Trump's chief of staff Mark Meadows seen crying in meetings three weeks into new job
The 60-year-old had been overwhelmed at times by the culture that revolves around the president’s moods and his ‘need for a sense of control’ in the White House
It’s been less than three weeks since he took over as the White House chief of staff but Mark Meadows is reportedly already finding it tough. The 60-year-old is reportedly ‘overwhelmed’ by his new role and has even been seen crying in meetings at least twice in his brief stint so far. Meadows has taken over during a tough time when like the rest of the US, its armed forces have also been intimidated by the coronavirus pandemic but what has been more unsettling for him is President Donald Trump’s ‘moods’.
According to a report in the New York Times, administrative officials said Meadows, a former Republican congressman from North Carolina, has been overwhelmed at times by the culture that revolves around the president’s moods and his ‘need for a sense of control’ in the White House.
According to a report by The Times that cited leaks from the White House, Meadows sometimes failed to beat the tension and cried in reaction.
Meadows, who is otherwise known to be close to Trump, reportedly cried during meetings where staffing changes were taken up and one of those meetings saw the presence of Jared Kushner, Trump’s senior advisor and son-in-law, according to the NYT report. Kushner though has denied it, according to one of his confidants who spoke to the Times.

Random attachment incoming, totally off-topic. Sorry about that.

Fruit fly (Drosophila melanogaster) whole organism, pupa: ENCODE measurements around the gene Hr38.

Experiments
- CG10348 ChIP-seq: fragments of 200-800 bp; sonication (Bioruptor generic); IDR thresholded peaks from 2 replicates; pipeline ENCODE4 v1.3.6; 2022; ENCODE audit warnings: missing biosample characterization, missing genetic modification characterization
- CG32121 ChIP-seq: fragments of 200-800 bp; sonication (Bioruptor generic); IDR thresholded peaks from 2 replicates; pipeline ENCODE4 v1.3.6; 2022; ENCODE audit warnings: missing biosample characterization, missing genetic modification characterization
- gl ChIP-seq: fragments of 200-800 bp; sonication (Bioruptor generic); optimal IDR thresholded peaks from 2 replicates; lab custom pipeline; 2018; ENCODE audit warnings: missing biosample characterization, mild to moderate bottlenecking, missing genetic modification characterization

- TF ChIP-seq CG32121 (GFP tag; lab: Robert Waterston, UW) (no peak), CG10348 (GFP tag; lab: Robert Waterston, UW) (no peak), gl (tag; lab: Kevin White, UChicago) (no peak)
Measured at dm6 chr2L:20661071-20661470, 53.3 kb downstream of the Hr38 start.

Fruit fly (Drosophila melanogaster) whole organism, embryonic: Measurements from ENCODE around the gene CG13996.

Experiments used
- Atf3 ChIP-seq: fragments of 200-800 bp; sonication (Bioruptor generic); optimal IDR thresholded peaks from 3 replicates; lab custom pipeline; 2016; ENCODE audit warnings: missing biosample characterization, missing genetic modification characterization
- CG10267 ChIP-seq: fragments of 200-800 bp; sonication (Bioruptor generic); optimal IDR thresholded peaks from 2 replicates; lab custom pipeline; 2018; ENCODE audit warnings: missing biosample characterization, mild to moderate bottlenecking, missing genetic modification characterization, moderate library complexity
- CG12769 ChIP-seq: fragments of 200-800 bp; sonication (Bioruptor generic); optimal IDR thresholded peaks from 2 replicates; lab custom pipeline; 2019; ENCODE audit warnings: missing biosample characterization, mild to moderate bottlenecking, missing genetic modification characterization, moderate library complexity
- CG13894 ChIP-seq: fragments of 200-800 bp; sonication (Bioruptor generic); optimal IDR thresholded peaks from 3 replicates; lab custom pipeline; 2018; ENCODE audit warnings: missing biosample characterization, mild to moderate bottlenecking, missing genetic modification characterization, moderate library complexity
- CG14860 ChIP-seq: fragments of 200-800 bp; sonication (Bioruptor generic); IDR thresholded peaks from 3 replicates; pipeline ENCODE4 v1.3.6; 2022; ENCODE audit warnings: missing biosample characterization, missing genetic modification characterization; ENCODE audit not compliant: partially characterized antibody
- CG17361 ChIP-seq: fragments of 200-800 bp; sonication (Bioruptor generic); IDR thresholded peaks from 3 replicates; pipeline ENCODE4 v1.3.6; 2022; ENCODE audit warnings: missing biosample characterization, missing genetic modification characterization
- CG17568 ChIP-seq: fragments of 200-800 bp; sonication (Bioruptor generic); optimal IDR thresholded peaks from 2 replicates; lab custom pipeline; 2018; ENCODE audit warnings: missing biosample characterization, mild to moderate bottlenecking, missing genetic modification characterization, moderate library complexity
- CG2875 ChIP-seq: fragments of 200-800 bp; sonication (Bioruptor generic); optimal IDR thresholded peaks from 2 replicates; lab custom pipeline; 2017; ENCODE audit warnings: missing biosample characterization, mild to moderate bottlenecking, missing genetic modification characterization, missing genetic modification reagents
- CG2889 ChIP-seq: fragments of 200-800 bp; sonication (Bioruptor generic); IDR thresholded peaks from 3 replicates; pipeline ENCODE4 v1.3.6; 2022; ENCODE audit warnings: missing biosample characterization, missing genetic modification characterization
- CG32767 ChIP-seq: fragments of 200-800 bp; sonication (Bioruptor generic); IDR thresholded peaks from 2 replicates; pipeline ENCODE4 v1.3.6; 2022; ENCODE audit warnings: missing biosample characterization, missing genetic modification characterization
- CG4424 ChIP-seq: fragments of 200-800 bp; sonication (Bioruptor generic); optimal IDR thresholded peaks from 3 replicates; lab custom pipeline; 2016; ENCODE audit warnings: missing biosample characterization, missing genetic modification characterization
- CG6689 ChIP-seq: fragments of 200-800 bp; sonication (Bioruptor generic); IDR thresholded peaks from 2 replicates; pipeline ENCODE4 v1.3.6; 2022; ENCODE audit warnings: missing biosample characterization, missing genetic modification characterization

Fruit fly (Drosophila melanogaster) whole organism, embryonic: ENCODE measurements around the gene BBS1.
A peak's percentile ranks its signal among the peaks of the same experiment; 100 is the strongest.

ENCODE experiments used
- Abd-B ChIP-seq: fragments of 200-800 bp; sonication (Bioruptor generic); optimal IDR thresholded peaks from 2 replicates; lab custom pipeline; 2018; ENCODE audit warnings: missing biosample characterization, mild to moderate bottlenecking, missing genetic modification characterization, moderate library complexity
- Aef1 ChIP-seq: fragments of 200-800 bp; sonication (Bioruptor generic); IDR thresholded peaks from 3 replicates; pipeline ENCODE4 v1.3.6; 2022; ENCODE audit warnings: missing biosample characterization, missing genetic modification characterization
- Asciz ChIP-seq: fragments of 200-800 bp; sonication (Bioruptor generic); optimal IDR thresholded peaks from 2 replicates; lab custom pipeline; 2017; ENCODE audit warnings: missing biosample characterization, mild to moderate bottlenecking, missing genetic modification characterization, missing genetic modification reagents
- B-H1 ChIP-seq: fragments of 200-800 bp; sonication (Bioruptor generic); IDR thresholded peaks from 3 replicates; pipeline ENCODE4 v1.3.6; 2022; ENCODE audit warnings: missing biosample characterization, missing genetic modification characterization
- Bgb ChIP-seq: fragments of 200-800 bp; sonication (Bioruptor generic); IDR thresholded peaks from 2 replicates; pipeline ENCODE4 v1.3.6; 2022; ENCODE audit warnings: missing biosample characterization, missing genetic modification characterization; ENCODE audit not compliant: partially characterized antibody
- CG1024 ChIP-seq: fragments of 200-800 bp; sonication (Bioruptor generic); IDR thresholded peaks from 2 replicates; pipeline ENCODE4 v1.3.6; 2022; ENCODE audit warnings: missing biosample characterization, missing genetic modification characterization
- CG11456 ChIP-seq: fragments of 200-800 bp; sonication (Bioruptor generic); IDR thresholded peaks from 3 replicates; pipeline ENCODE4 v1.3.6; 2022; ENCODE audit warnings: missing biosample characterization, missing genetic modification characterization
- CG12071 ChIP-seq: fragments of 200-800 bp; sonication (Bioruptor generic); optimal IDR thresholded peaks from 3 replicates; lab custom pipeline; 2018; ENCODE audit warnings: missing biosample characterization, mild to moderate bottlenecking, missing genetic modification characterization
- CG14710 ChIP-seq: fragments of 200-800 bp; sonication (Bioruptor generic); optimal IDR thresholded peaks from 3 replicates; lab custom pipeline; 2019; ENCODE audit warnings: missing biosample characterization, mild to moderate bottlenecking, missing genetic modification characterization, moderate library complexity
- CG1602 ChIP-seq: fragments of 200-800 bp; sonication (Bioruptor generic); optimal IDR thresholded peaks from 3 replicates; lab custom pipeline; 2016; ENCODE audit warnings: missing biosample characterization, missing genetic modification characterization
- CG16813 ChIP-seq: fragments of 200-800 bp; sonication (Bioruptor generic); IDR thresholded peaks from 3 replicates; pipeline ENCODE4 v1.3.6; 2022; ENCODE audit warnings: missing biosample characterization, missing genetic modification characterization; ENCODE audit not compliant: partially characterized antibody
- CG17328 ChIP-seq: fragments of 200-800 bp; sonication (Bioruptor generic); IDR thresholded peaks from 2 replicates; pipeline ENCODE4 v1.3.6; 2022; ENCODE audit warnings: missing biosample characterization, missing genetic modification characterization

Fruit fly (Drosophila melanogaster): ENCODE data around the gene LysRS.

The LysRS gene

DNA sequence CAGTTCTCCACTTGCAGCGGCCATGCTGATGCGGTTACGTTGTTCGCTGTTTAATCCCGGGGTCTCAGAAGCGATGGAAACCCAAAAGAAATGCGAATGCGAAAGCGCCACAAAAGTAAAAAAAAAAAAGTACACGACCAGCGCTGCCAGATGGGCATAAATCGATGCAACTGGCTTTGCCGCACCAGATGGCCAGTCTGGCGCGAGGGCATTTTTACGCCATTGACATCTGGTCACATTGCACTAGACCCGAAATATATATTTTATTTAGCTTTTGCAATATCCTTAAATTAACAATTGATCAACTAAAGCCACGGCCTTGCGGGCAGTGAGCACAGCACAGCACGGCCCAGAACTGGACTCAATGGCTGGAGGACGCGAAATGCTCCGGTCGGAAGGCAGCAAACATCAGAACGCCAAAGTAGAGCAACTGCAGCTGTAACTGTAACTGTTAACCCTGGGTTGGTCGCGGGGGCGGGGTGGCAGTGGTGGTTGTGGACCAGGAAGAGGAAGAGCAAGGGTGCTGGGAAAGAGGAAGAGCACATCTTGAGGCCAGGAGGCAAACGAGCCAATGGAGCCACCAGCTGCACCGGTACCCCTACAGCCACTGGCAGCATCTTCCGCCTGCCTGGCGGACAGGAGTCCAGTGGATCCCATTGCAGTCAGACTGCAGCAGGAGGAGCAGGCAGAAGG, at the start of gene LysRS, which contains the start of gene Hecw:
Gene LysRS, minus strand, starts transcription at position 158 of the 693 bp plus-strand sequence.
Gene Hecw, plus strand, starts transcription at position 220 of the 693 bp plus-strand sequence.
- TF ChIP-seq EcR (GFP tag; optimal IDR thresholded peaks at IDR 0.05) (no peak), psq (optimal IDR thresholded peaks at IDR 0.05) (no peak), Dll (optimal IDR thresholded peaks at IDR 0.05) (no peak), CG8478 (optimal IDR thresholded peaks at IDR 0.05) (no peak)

Another person who is close to Meadows told ABC News the latter is a strong-willed person who gets annoyed when his viewpoint doesn’t get space. The NYT report said Meadows is someone who is not known for firing people irrespective of his likings but he was left to do precisely that.
'Meadows may not survive in his post for long'
Meadows, who is the fourth man to serve in his role, has tried to reorganize the White House staff members but the work culture in the White House isn’t suiting him as the president’s own style of management has often been termed chaotic. ABC cited one source to say that Meadows also could be history even faster. One source also said that the reports of Meadows’ shedding tears would not impress Trump who considers such displays of emotions as a weakness.
The White House has spoken in favor of Meadows so far though. Hogan Gidley, a House spokesperson, said it is fully focused on supporting the president’s mission of defeating the COVID-19 pandemic, saving American lives and getting the nation back to track and Meadows has proved to be a “tremendous asset” in the endeavor.
Before Meadows, Reince Priebus (January-July 2007), John Kelly (July 2017-Jan 2019) and Mick Mulvaney (January 2019-March 2020) were Trump’s first three chiefs of staff but could not survive for long. Trump has always sought friends to become his chief of staff but the journey of Meadows in the White House so far has indicated that even his best of allies could find it challenging to match the president’s steps.
The role of the chief of staff has turned more challenging in the times of Trump. The man serving in that position acts as a bridge between the president and staff. In the Trump presidency, the chief of staff’s position has become weaker since the incumbent doesn’t like himself to be controlled.